that's not to excuse palestinian terrorism or the behaviour of other arab nations, but come on! this is not WW2 and jews are not being captured in the night and taken off to camps.
    there are two sides to this conflict and both have commited atrocities and are in no position to play victim and point fingers.
    I'm open to everything. When you start to criticise the times you live in, your time is over. - Karl Lagerfeld

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    Elite Member katerpillar's Avatar
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    Quote Originally Posted by sputnik View Post
    the article makes it sound like israel is some innocent lamb. regardless of how the whole conflict started (who was right in the beginning doesn't matter when it's 40 or however many years later), the article seems to forget all about the illegal settlements and how israel has over the years taken more and more territory from neighbouring countries.
    that's not to excuse palestinian terrorism or the behaviour of other arab nations, but come on! this is not WW2 and jews are not being captured in the night and taken off to camps.
    there are two sides to this conflict and both have commited atrocities and are in no position to play victim and point fingers.
    But we're talking about the political opinions of American Jews here, not Jews in Israel or even the legitimacy of Israel itself as a state. It's a different issue (or, in my opinion, a non-issue... despite what Jennifer Rubin is trying to whinge about).

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    Elite Member nana55's Avatar
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    This is what so many people get tired of. I understand cheering for your country of origin, or your parents homeland, but your vote should be used for what's best for THIS country and it's future, not your God's future.
    If I can't be a good example, then let me be a horrible warning.

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    Quote Originally Posted by nana55 View Post
    This is what so many people get tired of. I understand cheering for your country of origin, or your parents homeland, but your vote should be used for what's best for THIS country and it's future, not your God's future.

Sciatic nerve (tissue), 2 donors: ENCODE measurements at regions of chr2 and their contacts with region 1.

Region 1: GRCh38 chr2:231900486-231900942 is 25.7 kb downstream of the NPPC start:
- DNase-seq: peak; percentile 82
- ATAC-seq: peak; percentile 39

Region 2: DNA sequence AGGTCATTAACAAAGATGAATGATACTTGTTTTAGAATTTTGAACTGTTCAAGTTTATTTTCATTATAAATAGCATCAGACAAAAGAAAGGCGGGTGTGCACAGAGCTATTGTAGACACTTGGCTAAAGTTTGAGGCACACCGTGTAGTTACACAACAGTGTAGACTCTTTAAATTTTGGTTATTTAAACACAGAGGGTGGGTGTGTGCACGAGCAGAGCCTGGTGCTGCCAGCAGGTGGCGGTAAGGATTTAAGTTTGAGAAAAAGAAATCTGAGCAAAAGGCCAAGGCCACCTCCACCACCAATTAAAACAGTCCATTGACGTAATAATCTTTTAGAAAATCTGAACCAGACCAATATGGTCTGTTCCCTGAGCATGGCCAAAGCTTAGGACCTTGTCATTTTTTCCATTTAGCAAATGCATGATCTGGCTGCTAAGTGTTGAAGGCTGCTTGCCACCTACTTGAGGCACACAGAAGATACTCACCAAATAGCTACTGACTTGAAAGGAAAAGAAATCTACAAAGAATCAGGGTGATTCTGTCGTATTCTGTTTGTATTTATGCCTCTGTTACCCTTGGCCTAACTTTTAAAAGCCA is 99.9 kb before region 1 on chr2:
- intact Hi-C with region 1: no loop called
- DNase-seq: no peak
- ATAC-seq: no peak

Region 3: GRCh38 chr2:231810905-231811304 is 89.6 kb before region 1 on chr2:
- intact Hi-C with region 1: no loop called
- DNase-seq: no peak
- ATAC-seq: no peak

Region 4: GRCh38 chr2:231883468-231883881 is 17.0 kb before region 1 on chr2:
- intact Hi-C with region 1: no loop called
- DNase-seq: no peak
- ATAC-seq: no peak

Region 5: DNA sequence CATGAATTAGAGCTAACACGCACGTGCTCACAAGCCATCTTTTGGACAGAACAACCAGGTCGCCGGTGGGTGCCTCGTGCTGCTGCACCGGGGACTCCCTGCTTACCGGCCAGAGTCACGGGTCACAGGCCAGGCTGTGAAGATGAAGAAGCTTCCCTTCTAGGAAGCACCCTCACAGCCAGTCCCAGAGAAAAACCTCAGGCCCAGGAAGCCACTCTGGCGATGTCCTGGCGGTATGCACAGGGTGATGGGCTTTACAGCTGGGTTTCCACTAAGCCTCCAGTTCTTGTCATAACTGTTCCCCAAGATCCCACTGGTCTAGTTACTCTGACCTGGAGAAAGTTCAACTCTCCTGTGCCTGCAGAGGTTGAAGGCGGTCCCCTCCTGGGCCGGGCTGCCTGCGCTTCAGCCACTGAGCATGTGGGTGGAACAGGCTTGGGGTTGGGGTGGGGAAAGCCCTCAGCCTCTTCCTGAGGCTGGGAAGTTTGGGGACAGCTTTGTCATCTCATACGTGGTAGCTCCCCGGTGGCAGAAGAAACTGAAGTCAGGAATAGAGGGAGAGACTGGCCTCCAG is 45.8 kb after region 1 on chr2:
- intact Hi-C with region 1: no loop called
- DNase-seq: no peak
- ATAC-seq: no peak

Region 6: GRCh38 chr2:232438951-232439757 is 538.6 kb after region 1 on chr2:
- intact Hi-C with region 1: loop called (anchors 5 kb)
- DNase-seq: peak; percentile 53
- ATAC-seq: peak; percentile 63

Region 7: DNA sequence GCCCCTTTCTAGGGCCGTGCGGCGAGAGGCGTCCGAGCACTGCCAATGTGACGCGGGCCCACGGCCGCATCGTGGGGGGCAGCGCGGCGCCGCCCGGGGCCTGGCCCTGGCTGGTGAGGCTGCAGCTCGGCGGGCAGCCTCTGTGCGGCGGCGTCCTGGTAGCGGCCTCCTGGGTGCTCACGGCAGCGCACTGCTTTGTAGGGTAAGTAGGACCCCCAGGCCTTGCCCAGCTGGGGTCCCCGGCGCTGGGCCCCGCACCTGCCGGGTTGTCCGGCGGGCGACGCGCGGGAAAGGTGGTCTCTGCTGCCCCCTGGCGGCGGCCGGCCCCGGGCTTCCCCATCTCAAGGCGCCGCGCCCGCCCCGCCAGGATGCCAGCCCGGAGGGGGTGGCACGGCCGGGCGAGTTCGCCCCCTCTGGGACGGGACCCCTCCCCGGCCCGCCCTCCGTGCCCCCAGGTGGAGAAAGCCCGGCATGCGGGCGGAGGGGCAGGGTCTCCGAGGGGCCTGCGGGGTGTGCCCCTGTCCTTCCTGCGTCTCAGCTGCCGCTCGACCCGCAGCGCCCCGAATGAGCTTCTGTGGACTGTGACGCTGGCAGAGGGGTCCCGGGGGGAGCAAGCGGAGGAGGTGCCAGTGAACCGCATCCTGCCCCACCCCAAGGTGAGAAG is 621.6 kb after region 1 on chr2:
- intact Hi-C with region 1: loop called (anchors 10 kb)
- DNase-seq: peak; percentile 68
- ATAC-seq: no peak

Im sure that they think about USA best interest, they live there 2!!!!!!
    Its not like they vote in USA and live somewere else.

    Just bc some of them dislike B.O and his opinions dosent mean that they dont think on USA future.

    When the african american pp vote for B.O just bc he is black and "its about time that USA will have a black president" its ok?!?!

    You can say that its not about the skin color but for some pp its a consideration. is that mean that they dont think about USA? ?

    Most pp when it came to vote dont know ALL about the candidate or what he think/want to do in ALL issues, pp have someting like 4-5 issues that they care for and believe that those issues have the most affect on their life and according to those issues they vote it can be the war, civil rights,abortion yes/no, health care and ect... and just bc not all the pp think the same on the importance of this or that isuue dosent mean that they worng.

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    Elite Member nana55's Avatar
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    I agree some people are voting for Obama because he is black. That is also wrong. No one should make their vote a one issue vote. I'm not black, nor am I even American, I'm a Canadian living in the U.S. I just feel that Barak brings a feeling of unity to this country that we really need right now. What we need most in a leader is a........leader, something we have been sorely lacking for the last 7 or so years.
    If I can't be a good example, then let me be a horrible warning.

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    Elite Member Grimmlok's Avatar
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    maybe he could lead on FISA instead of selling the consitution to the telecoms and Bush.
    I am from the American CIA and I have a radio in my head. I am going to kill you.